The tyrannous and bloody act is done,
The most arch deed of piteous massacre
That ever yet this land was guilty of.
Dighton and Forrest, who I did suborn
To do this piece of ruthless butchery.Richard III IV.iii.1–5
The criminal act of “suborning perjury” now frequently appears in headlines, and it probably won’t be disappearing soon. The verb “suborn,” however, hasn’t become any more familiar to my eye. It’s still Latinate legalese, no more colloquial than sua sponte.
I recently came across the Shakespeare passage above, and it caught my attention because it’s not perjury being suborned, but “ruthless butchery.” Can we suborn any kind of crime, or even other non-criminal acts? Time to put some of those lexicographical muscles to work.
My first hunch was that “suborn” had something to do with “ornamenting” or “dressing up” misleading language—the Latin verb ornare is a buzzword of ancient rhetorical theorists in discussions of decorating speech with literary figures appropriate to its content. But this chiefly rhetorical understanding of “ornamentation” didn’t quite make sense for something like “ruthless butchery.” On top of that problem, here Shakespeare suborns people (“who”), not actions. Rather than “decorate,” he “incites” or even “commands” when he suborns.
Turning to the classical period, this notion of suborning a person (rather than an action) dominates among Roman authors. Early Latin examples suggest an original meaning removed from the strictly legal context we use today, and it means something more like “to equip” or “to supply” a person with an instrument. In one Ciceronian speech (Phil. 13.32), we find pecunia Brutum subornastis (“You supplied Brutus with money”), and in one of Seneca’s Epistulae Morales (24.5), he writes of a homo non eruditus nec ullis praeceptis contra mortem aut dolorem subornatus (“a man neither learned nor supplied with any teachings to defend against death and pain”).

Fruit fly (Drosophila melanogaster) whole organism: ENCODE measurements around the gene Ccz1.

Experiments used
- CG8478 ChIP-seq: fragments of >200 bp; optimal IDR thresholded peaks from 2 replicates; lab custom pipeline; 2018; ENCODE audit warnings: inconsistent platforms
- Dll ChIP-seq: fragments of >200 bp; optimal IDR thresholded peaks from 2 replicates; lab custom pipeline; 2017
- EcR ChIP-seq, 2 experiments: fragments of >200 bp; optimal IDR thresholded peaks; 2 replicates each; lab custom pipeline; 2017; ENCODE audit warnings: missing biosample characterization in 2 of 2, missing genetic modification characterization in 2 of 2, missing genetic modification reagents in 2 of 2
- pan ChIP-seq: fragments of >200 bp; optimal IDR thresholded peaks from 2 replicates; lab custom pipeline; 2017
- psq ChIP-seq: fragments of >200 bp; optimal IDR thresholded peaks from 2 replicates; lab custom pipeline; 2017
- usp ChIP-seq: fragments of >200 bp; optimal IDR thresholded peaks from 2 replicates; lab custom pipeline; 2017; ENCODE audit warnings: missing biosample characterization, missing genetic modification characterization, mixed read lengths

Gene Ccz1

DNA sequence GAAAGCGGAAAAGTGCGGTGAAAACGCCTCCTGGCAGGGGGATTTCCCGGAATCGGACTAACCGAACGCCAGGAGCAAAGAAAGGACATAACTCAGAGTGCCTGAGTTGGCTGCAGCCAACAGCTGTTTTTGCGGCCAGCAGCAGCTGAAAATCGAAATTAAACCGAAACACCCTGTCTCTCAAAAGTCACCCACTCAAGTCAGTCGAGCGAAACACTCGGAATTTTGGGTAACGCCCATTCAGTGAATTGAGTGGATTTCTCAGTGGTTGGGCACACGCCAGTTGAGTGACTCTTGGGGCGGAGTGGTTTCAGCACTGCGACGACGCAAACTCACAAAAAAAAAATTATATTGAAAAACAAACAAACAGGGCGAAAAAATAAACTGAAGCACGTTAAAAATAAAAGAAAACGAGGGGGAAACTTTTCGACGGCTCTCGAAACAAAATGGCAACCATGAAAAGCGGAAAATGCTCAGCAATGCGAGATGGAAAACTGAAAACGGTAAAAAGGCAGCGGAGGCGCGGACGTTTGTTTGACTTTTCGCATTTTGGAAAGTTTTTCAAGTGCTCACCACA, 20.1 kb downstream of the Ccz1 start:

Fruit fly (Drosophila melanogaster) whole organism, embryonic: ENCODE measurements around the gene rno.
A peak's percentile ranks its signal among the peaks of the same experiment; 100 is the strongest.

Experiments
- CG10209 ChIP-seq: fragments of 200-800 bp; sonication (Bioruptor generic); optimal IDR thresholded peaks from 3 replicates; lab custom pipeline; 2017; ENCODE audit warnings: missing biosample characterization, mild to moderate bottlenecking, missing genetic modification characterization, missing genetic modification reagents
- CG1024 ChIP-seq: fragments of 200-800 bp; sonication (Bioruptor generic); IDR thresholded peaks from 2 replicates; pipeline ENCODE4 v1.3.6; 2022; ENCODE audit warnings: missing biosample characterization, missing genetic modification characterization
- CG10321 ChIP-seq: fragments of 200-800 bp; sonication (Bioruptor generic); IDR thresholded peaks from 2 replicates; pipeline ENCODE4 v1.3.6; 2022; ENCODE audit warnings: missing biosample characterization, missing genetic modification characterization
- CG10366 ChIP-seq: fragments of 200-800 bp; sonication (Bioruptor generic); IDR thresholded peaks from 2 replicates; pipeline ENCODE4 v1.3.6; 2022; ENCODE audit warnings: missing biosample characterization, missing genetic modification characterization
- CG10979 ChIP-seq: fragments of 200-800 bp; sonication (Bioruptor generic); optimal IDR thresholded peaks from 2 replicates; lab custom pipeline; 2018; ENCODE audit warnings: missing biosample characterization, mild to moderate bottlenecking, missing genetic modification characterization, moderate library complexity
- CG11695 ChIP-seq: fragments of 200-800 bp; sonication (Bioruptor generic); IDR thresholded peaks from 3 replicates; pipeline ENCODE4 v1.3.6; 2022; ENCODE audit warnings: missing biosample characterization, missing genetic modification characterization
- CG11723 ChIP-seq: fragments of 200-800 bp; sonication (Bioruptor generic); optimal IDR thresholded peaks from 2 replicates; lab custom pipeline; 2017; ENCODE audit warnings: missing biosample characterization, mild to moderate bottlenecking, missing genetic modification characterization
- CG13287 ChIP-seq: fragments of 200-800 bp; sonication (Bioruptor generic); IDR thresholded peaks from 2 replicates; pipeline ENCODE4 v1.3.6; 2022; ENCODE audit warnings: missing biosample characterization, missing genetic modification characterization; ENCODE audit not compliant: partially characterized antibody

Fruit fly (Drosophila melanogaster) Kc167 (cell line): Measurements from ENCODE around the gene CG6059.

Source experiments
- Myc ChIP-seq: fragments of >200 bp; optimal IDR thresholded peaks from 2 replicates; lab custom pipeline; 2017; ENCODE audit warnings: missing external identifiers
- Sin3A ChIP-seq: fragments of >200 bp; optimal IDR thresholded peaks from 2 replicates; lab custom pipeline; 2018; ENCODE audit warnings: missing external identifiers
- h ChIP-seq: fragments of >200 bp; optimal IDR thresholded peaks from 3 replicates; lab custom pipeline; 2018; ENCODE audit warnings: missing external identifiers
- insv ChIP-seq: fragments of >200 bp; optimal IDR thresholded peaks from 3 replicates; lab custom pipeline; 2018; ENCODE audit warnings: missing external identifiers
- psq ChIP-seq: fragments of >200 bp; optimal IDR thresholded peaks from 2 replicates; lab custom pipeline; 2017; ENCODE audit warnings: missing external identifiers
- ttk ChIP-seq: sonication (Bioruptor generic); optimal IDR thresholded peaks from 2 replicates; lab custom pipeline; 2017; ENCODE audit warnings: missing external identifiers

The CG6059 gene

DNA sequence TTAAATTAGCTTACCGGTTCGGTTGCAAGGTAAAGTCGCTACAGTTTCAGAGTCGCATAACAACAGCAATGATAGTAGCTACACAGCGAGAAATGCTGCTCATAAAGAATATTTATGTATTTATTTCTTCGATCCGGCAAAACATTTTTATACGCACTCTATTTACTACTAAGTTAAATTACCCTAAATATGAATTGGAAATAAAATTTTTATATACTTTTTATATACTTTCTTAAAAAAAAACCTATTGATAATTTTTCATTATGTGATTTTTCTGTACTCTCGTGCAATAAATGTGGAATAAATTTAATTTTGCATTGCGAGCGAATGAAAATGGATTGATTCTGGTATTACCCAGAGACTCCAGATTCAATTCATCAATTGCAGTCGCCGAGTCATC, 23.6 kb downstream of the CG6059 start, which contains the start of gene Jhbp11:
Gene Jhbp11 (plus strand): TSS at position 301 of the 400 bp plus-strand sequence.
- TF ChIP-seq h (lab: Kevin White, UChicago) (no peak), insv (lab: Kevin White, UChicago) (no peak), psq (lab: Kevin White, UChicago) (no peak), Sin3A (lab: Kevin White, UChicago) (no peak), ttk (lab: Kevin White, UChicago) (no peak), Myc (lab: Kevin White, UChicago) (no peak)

Sometimes, we might supply a person not with “money” or “teachings” but instead with an actual “ornament.” I like one example from Petronius (36.2), where we find a leporem … pinnis subornatus—a “rabbit decked out with feathers”—at Trimalchio’s feast. (ut Pegasus videretur, he continues. This avian bunny is supposed to look like Pegasus, apparently?) To ornament a person or a thing, of course, might verge into deception. Just as one suborns a rabbit with a feathery costume, one might suborn a person with a disguise, and this deceitful kind of “ornamenting,” it seems, draws us closer to our English criminal idiom.
Even Cicero, who writes well before Petronius, uses subornare to denote this sort of “dressing up” a person for the purposes of deception: he accuses someone of having “suborned a false witness” (Falsum subornavit testem Roscius, Q. Rosc. 51). But it’s still not exactly suborning the perjury itself, but instead suborning (“gussying up”? “preparing”?) a person to provide it.
The OED reports that this original, ancient meaning of disguising or preparing a person in order to commit criminal acts persists even in contemporary culinary writing. One can dress up a false witness (falsus testis) in the garb of truth-telling, and perhaps Shakespeare could disguise murderers with a smile before committing “ruthless butchery.” (In that sense, one might suborn an assassin or an Iago but not, say, a Michael Myers.) To “suborn” isn’t just to “recruit,” but maybe something like “to clothe in disarming kindness” or “to bedeck with false innocence.”
In a way, then, our contemporary formula of “suborning perjury” reminds me of the ill-chosen vagueness in the passive voice: “mistakes were made,” “the victim was shot.” Who are the actors? Who agreed to butcher? Which witness agreed to lie? Viewed through that grammatical lens, our current idiom for suborning an act rather than a person elides the crime’s conspiratorial dimension. As the Bard would remind us, your dirty work doesn’t just “get suborned.” You have to find someone to do it.